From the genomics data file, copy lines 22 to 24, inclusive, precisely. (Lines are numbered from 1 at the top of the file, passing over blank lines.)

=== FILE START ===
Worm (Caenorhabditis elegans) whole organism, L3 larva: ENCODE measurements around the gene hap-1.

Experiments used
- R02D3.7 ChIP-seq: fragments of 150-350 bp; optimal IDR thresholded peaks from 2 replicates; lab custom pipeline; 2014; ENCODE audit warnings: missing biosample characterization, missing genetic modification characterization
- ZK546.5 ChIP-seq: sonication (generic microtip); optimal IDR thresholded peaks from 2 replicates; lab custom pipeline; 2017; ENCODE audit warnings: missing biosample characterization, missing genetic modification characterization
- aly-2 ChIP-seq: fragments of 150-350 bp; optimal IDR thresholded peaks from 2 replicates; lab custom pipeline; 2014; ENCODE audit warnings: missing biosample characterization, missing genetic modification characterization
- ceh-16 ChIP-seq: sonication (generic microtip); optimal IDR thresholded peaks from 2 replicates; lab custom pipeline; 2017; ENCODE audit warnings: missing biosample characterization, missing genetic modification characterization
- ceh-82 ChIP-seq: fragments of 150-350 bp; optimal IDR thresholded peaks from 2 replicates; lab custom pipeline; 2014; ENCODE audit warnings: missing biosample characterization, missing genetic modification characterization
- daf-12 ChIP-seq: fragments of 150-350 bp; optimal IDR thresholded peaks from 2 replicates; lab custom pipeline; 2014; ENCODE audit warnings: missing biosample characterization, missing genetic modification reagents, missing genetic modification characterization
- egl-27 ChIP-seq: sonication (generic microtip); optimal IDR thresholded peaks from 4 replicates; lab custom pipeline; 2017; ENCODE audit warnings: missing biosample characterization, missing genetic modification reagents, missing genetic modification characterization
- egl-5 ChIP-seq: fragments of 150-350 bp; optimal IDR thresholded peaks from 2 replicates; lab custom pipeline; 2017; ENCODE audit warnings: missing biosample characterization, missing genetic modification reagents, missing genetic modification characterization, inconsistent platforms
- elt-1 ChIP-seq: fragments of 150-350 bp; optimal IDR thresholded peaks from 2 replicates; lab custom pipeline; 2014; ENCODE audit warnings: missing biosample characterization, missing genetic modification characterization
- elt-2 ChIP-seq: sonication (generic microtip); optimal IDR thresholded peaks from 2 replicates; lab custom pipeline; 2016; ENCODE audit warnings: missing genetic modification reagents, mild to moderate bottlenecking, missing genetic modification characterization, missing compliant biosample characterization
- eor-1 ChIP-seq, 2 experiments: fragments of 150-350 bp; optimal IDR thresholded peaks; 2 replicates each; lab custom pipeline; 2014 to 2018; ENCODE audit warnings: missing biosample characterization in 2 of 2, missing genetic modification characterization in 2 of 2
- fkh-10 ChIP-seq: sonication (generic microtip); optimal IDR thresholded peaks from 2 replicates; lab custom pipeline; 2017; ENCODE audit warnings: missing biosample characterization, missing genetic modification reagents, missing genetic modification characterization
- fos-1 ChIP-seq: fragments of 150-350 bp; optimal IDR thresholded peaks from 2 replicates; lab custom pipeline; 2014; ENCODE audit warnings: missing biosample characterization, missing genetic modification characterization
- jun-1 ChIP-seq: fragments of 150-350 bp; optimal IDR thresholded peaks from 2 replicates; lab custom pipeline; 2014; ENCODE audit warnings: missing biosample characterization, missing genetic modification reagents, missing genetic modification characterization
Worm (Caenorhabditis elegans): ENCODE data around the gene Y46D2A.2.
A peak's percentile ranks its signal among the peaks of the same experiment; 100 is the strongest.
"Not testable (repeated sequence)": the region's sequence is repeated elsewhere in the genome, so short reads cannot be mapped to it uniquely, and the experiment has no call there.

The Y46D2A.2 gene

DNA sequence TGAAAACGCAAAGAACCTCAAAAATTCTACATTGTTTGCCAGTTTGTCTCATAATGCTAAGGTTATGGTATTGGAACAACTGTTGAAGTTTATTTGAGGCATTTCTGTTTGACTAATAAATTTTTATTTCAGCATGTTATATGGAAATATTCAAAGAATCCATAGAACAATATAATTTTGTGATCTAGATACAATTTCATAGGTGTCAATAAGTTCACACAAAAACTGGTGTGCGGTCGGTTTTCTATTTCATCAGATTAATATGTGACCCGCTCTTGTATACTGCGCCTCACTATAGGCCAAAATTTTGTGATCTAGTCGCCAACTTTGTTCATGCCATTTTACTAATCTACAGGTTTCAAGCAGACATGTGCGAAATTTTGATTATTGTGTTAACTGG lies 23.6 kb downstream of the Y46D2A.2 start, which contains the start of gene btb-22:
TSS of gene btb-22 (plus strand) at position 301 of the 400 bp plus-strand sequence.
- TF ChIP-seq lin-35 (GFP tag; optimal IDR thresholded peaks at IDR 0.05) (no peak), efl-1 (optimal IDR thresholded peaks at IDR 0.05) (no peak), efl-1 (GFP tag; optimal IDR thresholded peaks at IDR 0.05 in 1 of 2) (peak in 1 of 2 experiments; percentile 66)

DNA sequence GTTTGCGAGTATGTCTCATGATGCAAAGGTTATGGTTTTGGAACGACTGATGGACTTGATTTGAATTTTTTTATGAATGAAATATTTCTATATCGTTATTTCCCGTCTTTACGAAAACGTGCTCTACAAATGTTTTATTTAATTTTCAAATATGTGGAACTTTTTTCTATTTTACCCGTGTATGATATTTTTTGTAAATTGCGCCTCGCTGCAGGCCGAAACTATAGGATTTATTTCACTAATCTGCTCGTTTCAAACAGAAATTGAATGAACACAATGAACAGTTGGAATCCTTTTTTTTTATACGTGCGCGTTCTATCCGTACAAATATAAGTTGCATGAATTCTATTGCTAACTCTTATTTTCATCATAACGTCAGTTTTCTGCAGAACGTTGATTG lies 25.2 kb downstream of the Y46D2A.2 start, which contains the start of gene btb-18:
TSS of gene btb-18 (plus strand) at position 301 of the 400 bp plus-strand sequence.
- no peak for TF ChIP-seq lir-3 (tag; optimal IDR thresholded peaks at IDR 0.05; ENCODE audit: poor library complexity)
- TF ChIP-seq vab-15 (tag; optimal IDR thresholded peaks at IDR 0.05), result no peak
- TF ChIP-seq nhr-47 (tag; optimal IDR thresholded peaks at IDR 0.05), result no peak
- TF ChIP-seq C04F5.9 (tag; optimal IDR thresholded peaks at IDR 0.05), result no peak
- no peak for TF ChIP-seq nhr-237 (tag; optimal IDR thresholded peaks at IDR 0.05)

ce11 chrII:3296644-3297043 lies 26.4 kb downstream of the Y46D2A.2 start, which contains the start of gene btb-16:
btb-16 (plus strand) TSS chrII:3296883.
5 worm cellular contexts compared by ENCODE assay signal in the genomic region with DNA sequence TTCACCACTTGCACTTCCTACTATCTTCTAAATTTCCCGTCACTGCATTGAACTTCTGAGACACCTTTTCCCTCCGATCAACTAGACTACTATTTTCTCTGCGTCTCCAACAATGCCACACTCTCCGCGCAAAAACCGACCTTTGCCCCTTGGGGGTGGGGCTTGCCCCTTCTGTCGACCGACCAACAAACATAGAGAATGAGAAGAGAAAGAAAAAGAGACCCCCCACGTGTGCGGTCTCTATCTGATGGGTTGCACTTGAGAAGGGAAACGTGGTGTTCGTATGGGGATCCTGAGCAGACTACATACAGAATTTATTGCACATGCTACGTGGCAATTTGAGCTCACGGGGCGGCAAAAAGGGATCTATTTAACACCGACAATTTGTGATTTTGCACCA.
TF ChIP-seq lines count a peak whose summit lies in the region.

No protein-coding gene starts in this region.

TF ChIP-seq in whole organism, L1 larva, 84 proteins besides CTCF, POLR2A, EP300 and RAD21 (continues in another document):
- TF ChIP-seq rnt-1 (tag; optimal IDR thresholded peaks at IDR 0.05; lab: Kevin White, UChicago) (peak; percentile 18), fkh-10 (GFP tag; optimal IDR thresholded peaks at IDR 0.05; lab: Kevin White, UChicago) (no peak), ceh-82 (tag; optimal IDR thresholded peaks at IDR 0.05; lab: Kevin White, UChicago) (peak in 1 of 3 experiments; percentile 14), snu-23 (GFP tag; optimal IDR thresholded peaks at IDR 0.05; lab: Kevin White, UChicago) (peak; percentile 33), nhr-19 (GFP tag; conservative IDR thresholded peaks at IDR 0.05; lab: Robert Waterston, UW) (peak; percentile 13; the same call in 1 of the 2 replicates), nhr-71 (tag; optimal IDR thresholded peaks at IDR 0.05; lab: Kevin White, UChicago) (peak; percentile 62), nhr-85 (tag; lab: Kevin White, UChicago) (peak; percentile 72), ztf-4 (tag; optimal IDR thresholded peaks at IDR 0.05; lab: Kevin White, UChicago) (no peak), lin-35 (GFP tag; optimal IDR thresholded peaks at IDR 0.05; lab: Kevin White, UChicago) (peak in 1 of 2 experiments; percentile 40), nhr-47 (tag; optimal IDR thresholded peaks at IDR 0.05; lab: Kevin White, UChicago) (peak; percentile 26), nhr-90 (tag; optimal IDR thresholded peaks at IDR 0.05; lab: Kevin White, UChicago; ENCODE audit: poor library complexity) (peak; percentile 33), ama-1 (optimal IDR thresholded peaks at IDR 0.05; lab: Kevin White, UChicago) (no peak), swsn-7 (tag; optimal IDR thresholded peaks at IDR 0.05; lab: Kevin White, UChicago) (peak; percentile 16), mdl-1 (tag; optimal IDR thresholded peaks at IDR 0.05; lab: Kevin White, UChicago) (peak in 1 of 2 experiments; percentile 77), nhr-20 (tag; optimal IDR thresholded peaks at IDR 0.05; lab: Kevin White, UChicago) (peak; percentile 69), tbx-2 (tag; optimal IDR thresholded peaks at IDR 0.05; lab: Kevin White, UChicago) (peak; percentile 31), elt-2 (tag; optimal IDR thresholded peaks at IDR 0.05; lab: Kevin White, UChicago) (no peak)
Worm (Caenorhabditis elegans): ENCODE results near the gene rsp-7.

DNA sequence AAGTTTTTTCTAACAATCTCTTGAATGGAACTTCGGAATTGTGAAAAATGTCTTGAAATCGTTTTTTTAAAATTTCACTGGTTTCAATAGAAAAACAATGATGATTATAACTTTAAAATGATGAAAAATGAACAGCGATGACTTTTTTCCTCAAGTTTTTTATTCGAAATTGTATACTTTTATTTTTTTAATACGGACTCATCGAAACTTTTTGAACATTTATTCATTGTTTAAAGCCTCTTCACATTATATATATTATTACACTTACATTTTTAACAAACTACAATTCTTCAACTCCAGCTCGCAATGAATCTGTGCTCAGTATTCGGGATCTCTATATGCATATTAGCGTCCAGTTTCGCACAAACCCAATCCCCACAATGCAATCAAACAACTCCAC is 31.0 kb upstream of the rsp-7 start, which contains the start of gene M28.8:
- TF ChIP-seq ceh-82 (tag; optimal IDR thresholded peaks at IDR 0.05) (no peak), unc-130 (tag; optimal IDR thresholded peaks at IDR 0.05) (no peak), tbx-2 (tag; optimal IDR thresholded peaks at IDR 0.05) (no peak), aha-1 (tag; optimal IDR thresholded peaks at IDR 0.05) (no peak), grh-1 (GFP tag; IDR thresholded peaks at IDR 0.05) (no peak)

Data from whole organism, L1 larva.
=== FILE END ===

TSS of gene btb-22 (plus strand) at position 301 of the 400 bp plus-strand sequence.
- TF ChIP-seq lin-35 (GFP tag; optimal IDR thresholded peaks at IDR 0.05) (no peak), efl-1 (optimal IDR thresholded peaks at IDR 0.05) (no peak), efl-1 (GFP tag; optimal IDR thresholded peaks at IDR 0.05 in 1 of 2) (peak in 1 of 2 experiments; percentile 66)

DNA sequence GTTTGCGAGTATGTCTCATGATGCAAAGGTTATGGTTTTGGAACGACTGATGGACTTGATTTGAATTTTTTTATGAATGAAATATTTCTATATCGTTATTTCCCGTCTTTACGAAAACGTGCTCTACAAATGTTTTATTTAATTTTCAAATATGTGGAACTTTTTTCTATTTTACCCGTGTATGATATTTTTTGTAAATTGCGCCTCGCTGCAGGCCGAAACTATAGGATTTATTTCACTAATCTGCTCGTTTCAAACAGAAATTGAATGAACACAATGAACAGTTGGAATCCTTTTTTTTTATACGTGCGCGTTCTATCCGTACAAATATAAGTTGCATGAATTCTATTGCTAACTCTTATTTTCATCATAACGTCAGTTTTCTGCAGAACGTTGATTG lies 25.2 kb downstream of the Y46D2A.2 start, which contains the start of gene btb-18: